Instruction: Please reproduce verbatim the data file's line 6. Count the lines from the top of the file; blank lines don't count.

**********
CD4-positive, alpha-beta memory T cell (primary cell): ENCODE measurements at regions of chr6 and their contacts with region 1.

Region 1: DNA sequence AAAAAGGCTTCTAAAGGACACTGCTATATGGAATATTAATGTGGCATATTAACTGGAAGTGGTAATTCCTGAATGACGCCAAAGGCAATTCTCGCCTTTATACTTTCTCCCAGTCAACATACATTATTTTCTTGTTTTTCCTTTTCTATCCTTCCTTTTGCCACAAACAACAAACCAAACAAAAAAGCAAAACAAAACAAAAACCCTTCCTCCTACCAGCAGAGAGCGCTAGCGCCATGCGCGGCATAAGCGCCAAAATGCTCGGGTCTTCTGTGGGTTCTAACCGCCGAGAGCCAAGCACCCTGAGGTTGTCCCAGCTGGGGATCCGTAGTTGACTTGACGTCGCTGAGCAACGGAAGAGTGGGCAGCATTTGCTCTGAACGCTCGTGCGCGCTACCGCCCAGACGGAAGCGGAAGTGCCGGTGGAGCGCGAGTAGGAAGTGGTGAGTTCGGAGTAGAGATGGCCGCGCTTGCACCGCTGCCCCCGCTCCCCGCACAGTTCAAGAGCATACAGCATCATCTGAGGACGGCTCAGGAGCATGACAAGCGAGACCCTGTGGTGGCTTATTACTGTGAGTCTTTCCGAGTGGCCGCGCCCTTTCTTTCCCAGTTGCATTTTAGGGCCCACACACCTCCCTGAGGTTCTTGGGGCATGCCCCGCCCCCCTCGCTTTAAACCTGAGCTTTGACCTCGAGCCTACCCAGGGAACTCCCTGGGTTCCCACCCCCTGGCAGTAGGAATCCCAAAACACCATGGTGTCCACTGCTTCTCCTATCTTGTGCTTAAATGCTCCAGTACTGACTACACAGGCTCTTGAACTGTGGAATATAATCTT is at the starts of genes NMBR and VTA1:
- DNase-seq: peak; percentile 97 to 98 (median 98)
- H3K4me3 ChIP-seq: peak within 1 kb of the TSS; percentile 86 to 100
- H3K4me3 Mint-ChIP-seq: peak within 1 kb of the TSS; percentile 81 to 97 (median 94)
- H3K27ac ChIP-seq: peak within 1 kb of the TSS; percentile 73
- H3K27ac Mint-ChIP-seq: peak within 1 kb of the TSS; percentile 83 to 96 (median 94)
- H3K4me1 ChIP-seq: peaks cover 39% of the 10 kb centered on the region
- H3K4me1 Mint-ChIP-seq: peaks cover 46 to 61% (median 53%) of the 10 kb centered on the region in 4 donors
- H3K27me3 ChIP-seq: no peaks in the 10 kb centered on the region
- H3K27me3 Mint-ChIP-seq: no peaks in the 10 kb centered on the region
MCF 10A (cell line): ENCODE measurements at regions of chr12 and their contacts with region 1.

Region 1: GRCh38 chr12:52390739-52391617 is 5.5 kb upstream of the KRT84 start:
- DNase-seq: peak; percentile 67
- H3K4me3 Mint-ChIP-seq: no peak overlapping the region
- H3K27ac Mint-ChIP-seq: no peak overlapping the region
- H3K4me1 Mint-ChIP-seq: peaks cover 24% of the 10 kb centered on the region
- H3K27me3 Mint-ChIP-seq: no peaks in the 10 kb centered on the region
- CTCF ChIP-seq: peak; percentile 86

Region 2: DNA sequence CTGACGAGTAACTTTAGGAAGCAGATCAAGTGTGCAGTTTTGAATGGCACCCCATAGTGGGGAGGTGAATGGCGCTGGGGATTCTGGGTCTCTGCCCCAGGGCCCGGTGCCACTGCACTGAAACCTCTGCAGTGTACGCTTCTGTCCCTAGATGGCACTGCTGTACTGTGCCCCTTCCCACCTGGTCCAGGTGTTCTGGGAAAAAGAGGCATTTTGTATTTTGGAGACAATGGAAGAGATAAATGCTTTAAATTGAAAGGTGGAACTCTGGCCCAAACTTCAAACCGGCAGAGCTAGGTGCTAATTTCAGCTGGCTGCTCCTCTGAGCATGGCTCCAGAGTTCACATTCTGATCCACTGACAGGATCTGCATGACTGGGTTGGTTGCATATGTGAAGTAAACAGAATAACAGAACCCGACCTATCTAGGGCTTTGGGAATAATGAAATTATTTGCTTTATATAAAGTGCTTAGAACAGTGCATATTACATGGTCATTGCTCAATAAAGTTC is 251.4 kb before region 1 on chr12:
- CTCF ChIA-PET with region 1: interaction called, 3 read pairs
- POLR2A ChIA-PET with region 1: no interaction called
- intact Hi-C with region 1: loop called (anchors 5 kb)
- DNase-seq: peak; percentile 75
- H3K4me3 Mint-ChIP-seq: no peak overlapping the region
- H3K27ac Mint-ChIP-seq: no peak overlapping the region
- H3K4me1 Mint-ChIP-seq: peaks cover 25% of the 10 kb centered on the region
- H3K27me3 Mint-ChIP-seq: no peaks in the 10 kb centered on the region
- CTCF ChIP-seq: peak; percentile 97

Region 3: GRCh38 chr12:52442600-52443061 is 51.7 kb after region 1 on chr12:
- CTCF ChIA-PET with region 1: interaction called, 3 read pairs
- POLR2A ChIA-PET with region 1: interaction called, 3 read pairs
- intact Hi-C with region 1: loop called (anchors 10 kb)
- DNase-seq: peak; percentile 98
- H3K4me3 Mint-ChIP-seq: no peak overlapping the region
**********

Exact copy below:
- H3K27ac ChIP-seq: peak within 1 kb of the TSS; percentile 73